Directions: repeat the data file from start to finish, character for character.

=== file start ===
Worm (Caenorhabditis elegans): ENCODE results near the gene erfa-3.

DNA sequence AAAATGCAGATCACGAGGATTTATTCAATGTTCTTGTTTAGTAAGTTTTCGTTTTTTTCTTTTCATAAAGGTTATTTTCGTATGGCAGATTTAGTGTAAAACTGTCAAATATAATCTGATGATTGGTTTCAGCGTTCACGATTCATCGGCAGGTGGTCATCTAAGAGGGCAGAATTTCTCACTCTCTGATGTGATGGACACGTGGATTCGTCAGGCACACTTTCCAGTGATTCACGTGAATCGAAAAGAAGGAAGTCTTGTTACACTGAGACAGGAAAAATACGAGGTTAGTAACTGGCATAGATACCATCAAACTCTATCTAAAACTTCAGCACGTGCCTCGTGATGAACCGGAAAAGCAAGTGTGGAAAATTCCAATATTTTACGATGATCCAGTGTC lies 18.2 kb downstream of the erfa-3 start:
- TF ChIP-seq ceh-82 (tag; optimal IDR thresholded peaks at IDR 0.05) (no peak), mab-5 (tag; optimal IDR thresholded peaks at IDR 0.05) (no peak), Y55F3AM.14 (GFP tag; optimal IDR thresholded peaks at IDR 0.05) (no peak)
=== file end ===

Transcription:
Worm (Caenorhabditis elegans): ENCODE results near the gene erfa-3.

DNA sequence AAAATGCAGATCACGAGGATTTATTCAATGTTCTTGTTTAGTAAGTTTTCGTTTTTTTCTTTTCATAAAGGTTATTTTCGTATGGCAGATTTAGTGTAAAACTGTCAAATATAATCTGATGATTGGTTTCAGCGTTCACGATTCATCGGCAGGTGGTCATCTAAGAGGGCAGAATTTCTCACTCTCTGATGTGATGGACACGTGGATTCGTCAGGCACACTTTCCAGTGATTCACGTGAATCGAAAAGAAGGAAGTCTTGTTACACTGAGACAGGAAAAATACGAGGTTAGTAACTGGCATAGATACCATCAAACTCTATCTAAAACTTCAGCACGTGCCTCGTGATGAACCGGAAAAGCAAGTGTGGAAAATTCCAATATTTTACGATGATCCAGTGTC lies 18.2 kb downstream of the erfa-3 start:
- TF ChIP-seq ceh-82 (tag; optimal IDR thresholded peaks at IDR 0.05) (no peak), mab-5 (tag; optimal IDR thresholded peaks at IDR 0.05) (no peak), Y55F3AM.14 (GFP tag; optimal IDR thresholded peaks at IDR 0.05) (no peak)